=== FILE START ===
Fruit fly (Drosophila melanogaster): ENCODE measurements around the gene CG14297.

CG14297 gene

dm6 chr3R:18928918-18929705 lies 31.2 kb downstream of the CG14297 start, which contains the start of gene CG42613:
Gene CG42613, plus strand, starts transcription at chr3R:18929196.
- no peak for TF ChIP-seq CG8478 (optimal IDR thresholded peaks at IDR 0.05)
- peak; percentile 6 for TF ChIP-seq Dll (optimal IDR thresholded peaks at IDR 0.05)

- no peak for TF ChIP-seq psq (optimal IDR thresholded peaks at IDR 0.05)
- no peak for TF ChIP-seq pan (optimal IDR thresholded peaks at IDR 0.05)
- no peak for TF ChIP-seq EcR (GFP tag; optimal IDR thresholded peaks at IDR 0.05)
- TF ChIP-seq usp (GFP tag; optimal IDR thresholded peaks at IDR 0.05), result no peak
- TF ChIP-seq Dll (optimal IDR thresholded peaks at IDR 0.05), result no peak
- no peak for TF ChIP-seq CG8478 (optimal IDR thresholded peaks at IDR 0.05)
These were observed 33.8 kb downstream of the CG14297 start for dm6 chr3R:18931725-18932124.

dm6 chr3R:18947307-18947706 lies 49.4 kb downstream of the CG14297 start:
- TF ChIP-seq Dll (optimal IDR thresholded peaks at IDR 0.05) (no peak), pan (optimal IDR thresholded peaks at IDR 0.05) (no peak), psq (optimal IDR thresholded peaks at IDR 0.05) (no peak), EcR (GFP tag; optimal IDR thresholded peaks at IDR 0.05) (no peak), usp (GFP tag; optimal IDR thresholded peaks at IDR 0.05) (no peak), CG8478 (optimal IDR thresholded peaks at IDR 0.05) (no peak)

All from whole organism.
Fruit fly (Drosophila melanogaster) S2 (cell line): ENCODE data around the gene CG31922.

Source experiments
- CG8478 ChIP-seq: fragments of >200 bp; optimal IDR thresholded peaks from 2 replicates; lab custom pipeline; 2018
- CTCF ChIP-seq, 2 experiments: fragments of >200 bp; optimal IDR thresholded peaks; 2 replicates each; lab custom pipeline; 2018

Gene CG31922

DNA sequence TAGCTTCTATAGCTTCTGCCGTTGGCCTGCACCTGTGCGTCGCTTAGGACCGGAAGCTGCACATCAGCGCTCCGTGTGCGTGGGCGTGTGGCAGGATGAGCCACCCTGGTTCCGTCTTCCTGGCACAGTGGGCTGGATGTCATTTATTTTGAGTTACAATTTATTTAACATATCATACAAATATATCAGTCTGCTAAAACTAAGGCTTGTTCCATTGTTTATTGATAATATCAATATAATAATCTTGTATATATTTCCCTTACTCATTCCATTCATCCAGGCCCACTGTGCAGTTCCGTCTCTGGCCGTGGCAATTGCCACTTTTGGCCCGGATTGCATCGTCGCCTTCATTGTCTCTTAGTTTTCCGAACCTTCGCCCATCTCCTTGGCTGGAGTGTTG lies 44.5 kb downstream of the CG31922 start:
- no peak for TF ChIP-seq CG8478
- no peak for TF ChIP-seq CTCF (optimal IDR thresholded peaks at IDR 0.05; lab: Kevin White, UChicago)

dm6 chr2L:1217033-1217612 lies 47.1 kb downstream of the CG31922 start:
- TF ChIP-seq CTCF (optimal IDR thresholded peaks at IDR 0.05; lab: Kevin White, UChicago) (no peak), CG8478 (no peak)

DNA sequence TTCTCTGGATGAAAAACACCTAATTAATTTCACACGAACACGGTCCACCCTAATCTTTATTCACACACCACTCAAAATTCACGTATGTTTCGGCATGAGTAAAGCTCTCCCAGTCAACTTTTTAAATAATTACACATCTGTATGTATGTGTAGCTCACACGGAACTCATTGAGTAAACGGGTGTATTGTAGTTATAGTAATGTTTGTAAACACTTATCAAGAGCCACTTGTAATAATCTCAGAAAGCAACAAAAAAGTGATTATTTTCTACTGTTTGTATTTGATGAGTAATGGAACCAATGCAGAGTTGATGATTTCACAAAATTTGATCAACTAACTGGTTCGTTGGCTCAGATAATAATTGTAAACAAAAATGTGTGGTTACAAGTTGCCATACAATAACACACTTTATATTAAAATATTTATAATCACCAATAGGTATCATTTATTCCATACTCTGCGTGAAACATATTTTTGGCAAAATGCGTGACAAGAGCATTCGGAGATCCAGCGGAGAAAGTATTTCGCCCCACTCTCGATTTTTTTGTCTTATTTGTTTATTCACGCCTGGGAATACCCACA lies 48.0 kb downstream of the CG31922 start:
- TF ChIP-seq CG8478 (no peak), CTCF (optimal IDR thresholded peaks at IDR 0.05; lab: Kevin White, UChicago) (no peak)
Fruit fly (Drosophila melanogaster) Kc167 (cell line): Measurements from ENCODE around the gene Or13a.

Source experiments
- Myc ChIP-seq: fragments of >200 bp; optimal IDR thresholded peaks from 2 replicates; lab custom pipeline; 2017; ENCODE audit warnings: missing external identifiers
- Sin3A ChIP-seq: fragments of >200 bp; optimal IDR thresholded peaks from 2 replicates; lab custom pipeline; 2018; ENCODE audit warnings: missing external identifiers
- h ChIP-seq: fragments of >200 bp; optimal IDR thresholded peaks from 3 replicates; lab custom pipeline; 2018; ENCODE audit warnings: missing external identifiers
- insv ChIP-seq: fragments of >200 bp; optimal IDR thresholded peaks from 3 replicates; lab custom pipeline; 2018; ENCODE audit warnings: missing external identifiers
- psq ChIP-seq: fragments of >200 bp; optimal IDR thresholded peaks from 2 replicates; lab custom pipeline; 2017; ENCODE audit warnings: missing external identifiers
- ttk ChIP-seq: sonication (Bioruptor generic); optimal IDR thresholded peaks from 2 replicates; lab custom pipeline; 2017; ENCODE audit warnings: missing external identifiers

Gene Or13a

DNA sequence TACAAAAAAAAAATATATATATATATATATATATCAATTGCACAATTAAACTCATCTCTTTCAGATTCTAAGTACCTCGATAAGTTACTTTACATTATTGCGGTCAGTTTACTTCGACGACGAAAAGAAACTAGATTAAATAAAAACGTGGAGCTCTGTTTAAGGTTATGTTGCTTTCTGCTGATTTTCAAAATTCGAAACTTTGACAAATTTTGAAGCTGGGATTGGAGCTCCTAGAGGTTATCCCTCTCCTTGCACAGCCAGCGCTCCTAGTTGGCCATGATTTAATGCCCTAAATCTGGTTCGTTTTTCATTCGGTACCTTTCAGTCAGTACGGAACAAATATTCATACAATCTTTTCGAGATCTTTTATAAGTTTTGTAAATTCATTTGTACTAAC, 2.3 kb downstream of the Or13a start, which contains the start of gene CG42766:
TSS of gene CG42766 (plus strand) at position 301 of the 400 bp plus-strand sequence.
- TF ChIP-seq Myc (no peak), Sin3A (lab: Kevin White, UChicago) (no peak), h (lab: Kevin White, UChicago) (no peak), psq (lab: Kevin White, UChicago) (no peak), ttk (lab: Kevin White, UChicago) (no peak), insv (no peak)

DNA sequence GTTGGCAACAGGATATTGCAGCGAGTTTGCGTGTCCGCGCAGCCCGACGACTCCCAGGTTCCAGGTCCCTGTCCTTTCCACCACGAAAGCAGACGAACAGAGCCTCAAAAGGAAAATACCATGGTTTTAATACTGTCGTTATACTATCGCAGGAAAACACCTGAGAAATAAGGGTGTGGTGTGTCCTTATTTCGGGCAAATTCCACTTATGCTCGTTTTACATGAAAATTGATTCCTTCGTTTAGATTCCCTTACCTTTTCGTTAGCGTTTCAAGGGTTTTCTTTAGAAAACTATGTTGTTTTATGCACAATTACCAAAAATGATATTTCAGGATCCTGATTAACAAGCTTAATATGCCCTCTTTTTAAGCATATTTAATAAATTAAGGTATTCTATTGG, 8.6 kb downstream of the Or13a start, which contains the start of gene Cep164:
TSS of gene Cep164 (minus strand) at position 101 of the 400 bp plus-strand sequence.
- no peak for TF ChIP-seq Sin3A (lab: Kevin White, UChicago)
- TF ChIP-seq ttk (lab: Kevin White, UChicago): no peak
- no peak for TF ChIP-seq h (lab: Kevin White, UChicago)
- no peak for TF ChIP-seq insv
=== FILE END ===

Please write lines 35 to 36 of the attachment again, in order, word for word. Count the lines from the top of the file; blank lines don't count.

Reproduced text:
- psq ChIP-seq: fragments of >200 bp; optimal IDR thresholded peaks from 2 replicates; lab custom pipeline; 2017; ENCODE audit warnings: missing external identifiers
- ttk ChIP-seq: sonication (Bioruptor generic); optimal IDR thresholded peaks from 2 replicates; lab custom pipeline; 2017; ENCODE audit warnings: missing external identifiers